A very important but sometimes neglected aspect of a hosted website is the infrastructure on which it is built. No matter what degree of virtualization is used to construct your web server, it is supported with physical components such as CPUs, networking cables, and storage devices. Data needs to be stored on a storage medium such as a hard disk drive (HDD) or a solid-state drive (SSD). The equipment used to provide a website may not be evident to the customer or end-user; however, the hardware is meticulously selected for certain key reasons.
In some cases, the server design may be just the way the client likes it or specially designed for a certain piece of software. With other scenarios like mainstream web hosting, it is irrelevant to these customers how the systems are implemented as long as they perform up to expectations. They may not be interested in what type of drives are used in the storage arrays that hold their data.
This article is for readers interested in the differences between the various types of storage drives that may be used by your hosting provider. It’s also good for anyone wanting a little in-depth information about how data is stored on your website or even on your laptop.
Comparing HDDs and SSDs
Let’s look at the differences between HDDs and SSDs. While both types of devices store and provide access to data resources, they do it in very different ways.
HDDs are a legacy storage solution that makes use of spinning disks that store data magnetically. Mechanical arms, similar to those of a record-playing turntable, are used to position read and write heads over the disk to transfer data.
SSDs do not have moving parts and store data in flash memory cells. The lack of moving parts is responsible for the majority of the other differences in the two types of storage devices.
SSDs offer better read/write speeds than HDDs for two main reasons. The first is the time spent moving the mechanical parts to access or write data on HDDs that is not necessary with the flash memory of SSDs. The second reason is the degraded speed caused by file fragmentation that affects HDDs but not SDDs. If you have ever forgotten to “defrag” your Windows XP or Windows 7 system, you will know what it is like when your file system is fragmented across your drive and loading times seem to get longer and longer. With SSDs, TRIM is built-in along with garbage collection, which takes care of all these issues hand-in-hand with your operating system of choice.
HDDs for the consumer market are available with greater capacity than SSDs. Large HHDs designed for enterprise use can reach 18 TB in capacity or more. SSDs intended for the consumer market are usually 4 TB or less, though Nimbus does make a 100 TB SSD drive that will only set you back $40,000. For consumers, enterprises, or hosting providers, the criteria of capacity and which drive to select remains the same. If you require to just back up data, the slower spinning HDD will be an ideal choice. For larger data sets in a database or possibly your PC gaming system then you would opt for the faster SSD to cut down on loading times.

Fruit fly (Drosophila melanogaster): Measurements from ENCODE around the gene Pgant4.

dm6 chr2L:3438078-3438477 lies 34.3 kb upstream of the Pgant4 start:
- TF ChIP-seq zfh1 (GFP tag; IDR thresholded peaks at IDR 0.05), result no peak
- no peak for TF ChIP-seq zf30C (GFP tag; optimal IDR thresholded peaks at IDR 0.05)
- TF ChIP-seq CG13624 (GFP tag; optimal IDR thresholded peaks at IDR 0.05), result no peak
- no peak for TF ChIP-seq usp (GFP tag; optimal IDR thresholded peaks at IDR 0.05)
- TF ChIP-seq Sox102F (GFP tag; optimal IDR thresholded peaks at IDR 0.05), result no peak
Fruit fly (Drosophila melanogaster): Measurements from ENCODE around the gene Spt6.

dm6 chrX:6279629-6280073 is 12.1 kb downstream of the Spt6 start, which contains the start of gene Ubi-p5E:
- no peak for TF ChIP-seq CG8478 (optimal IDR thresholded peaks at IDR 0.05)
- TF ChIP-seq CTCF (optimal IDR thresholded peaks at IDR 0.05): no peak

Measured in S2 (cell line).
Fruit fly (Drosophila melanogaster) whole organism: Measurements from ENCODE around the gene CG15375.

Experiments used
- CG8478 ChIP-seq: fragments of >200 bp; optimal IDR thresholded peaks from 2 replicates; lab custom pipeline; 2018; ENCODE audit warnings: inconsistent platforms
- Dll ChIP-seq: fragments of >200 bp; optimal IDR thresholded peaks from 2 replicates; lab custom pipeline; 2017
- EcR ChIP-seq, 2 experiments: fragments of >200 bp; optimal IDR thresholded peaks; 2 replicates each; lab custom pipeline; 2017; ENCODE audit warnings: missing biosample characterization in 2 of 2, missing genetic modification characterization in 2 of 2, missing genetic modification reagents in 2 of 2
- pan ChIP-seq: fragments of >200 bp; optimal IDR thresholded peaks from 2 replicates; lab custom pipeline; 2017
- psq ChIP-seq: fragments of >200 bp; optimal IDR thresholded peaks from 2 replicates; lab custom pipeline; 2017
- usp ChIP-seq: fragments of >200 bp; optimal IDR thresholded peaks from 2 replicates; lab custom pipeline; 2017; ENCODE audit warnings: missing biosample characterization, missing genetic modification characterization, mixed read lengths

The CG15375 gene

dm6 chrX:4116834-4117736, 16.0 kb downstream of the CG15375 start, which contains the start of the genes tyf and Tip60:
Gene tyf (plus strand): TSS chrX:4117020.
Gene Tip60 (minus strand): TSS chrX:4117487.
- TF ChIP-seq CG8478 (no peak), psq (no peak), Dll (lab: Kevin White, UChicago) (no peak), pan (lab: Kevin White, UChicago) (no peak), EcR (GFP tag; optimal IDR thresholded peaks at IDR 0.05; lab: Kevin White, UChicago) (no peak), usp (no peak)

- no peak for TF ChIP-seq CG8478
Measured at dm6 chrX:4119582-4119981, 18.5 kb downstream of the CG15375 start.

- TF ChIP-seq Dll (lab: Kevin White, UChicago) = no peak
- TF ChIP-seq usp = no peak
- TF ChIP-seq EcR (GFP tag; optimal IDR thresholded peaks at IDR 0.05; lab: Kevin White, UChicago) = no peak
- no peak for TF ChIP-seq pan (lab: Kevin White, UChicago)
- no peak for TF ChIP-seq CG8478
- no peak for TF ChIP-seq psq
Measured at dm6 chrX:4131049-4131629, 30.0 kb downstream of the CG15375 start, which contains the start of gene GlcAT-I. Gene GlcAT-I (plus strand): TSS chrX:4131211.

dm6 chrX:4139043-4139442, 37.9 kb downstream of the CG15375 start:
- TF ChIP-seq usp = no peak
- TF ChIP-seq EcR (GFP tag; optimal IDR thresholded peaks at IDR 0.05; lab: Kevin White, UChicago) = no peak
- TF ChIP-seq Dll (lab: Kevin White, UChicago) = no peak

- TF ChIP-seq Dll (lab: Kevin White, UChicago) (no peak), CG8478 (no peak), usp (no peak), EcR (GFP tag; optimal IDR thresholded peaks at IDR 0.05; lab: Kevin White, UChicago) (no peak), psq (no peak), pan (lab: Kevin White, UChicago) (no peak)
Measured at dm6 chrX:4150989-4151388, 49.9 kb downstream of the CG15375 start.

Durability and Reliability
The lack of moving parts makes SSDs more durable and able to withstand a level of physical misuse that cannot be matched by HDDs. Dropping an HDD will probably damage it since the metal platter inside is spinning from 5400 RPMs to 10,000 RPMs and the drop will have the reading head hit the platter on occasion. This will cause damage up to destroying the HDD. An SDD can handle a little rough treatment without any performance degradation. This characteristic, combined with their smaller form factor, is why SSDs are so popular for supplying storage space in laptops, cellphones, action cameras, etc.
Noise and Energy Use
HDDs make more noise and consume more energy than SSDs. This again is due to the mechanical moving parts associated with hard disk drives. High-performing HDDS may make even more noise than slower models since they are spinning faster. Think of your gas-powered car when it is idling vs when you are at a higher RPM; the engine will make even more noise the faster it goes. SSDs operate silently and use less energy, extending the battery life of laptops and mobile devices. For a fair comparison, an SSD can be likened to a Tesla electric car since there is no loud gas engine that makes noise as it spins. It is much quieter and is more efficient overall.
Lifespan and Recoverability
Both SSDs and HDDs will wear out over time. The mechanical components of an HDD can fail, and each flash memory cell in an SSD can only be written to and erased a limited number of times. Some data recovery techniques are only possible using the remnants of files left on an HDD and while the same can be said for SSDs, it is much more difficult since the failures are not mechanical like an HDD but rather corruption in the data will start to occur. There are different levels of both HDD and SSD for consumers, pros, and enterprises, so if you require a higher level of endurance and lifespan then the extra cost of a higher level drive will be worth it.